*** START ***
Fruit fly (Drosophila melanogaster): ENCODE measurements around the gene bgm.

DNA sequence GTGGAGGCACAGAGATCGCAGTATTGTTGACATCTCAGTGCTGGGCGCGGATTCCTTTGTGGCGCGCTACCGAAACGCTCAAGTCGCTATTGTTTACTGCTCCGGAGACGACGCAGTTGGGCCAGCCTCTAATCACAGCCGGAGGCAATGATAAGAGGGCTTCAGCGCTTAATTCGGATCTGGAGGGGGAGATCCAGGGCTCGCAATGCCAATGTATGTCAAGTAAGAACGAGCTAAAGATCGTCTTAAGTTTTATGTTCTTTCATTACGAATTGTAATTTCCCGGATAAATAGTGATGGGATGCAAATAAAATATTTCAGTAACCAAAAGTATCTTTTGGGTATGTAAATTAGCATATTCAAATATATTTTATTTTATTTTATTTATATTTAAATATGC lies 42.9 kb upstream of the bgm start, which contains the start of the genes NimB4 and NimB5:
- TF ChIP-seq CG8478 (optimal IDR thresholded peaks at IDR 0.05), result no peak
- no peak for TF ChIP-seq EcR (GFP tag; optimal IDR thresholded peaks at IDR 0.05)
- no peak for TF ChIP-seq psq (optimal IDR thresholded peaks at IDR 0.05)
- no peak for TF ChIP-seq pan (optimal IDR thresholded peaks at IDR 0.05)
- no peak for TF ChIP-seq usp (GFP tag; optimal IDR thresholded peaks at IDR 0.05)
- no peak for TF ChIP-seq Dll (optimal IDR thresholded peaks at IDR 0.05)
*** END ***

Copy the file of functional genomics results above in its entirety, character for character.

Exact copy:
Fruit fly (Drosophila melanogaster): ENCODE measurements around the gene bgm.

DNA sequence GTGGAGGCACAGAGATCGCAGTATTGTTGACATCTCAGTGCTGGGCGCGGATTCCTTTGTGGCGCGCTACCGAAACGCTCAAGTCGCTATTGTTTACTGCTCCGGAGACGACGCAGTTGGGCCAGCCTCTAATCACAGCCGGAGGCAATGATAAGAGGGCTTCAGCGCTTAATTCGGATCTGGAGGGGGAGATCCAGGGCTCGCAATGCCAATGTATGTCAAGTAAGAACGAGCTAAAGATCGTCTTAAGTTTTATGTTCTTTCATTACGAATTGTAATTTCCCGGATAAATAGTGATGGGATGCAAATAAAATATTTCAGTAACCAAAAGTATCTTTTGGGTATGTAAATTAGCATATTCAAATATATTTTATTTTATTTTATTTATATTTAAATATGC lies 42.9 kb upstream of the bgm start, which contains the start of the genes NimB4 and NimB5:
- TF ChIP-seq CG8478 (optimal IDR thresholded peaks at IDR 0.05), result no peak
- no peak for TF ChIP-seq EcR (GFP tag; optimal IDR thresholded peaks at IDR 0.05)
- no peak for TF ChIP-seq psq (optimal IDR thresholded peaks at IDR 0.05)
- no peak for TF ChIP-seq pan (optimal IDR thresholded peaks at IDR 0.05)
- no peak for TF ChIP-seq usp (GFP tag; optimal IDR thresholded peaks at IDR 0.05)
- no peak for TF ChIP-seq Dll (optimal IDR thresholded peaks at IDR 0.05)